After the France's defeat in the Battle of France and the establishment of the regime of Philippe Pétain at Vichy, the PPF received additional support from Germany and increased its activities. The U.S. State Department placed it on a list of organizations under the direct control of the Nazi regime.[3] As a fascist party, the PPF was critical of the neo-traditional authoritarian state established by Petain, criticizing the regime for being too moderate, and advocating closer military collaboration with Germany (such as sending troops to the Russian front), and modeling French government, and its racial policies, directly on those of Nazi Germany.

The PPF and the home front

The PPF increasingly placed anti-Semitism at its core as it collaborated with units of the Gestapo and the Milice, the French secret police force led by PPF member Joseph Darnand, in violently rounding up Jews for deportation to concentration camps. The PPF paramilitaries participated in beatings, torture, assassinations and summary execution of Jews and political enemies of the Nazis. For this, the Germans rewarded them by allowing them the right to steal property from the Jews they arrested.[citation needed]

After Pierre Laval ascended of to leadership of the government on April 18, 1942 , he requested that Nazi Germany allow him to force the PPF to merge into his own supporters, but the Nazis denied that request. However, as Laval moved France closer to the Nazi regime, the PPF ceased to be as useful to the Nazis as advocates of greater collaboration. As a result, the PPF was politically marginalized and their role as critics of the regime was diminished, although it did not cease entirely. By the end of the war, the PPF had virtually ceased to function as a political party, the attention of its leader and many of its members turning more directly to participation in the Nazi war effort.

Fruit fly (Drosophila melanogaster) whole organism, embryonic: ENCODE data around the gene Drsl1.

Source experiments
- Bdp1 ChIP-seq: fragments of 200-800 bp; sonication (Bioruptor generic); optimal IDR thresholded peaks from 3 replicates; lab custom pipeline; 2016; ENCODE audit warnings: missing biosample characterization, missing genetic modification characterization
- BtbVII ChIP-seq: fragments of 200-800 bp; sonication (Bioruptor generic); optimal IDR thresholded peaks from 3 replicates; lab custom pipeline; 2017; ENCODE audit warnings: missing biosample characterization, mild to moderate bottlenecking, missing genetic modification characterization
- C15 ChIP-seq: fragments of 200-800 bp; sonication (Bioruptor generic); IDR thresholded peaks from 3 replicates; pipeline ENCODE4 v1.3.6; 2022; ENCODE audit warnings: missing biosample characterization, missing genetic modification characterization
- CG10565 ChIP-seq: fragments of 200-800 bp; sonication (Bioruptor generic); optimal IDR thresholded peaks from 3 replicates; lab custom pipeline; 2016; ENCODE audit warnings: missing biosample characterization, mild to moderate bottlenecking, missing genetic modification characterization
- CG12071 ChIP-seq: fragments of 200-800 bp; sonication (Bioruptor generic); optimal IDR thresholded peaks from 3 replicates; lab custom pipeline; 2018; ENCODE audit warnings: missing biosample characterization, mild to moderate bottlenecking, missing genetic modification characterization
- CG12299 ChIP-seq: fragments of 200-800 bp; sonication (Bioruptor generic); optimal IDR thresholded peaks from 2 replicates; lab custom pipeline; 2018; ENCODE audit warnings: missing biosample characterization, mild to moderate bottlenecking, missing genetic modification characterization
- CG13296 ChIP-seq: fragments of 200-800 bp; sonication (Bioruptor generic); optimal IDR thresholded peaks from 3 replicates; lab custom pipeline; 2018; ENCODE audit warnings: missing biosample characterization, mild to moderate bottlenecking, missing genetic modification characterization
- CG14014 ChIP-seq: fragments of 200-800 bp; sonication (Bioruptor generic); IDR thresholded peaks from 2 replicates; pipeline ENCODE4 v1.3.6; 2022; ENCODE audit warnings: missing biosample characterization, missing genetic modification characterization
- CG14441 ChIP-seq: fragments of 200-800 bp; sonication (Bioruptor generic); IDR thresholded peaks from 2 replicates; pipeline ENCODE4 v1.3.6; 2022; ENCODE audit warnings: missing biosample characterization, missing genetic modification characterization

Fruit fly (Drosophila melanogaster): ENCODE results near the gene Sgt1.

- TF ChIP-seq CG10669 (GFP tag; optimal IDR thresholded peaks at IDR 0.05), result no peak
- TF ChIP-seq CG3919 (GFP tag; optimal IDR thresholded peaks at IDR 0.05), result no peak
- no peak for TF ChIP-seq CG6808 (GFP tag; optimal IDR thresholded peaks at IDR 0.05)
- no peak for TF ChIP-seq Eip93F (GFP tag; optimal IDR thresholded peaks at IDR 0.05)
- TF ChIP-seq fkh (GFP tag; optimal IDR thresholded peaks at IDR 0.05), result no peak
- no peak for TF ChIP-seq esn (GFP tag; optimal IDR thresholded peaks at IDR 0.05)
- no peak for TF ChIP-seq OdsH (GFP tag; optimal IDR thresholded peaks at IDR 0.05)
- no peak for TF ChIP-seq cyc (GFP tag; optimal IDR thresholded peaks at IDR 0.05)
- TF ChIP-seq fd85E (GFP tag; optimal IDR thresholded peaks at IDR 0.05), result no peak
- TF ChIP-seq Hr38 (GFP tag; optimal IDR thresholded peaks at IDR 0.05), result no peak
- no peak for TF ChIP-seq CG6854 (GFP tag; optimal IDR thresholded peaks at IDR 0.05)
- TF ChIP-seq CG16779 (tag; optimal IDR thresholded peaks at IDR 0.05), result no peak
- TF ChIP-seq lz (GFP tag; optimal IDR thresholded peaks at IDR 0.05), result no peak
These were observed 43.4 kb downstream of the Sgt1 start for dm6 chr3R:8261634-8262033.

The PPF and the collaborationist RNP also established the Comité ouvrier de secours immédiat in March 1942. This organisation sought to aid victims of the Allied bombing of France and, following the Normandy landings, aided refugees fleeing the fighting.[1]

Other groups linked to the PPF by common membership had less humanitarian motives: in Lyon a Mouvement national anti-terroriste was established to combat the Resistance by fighting "terror with terror"; other PPF members joined the Gardes Française set up by German police authorities as a counterweight to the Milice, which was deemed too French, or the Groupes d'action pour la justice sociale which hunted down French youth who went into hiding rather than do the mandatory labour work under the STO programme. These groups often operated beyond the control of the party.[2]

Debate exists as to whether PPF members actually fought against the Allies in Normandy. Doriot's biographers differ on the subject: Jean-Paul Brunet argues that the PPF did fight against the Allied invasion while Dieter Wolf denies any such action occurred.[3] However, Doriot, in German uniform, and Beugras, the clandestine PPF intelligence chief, visited the Normandy front in July 1944. PPF recruits were trained in espionage and sabotage and some were shot after being captured by the Allies while attempting to infiltrate Allied lines in Northern France.[4]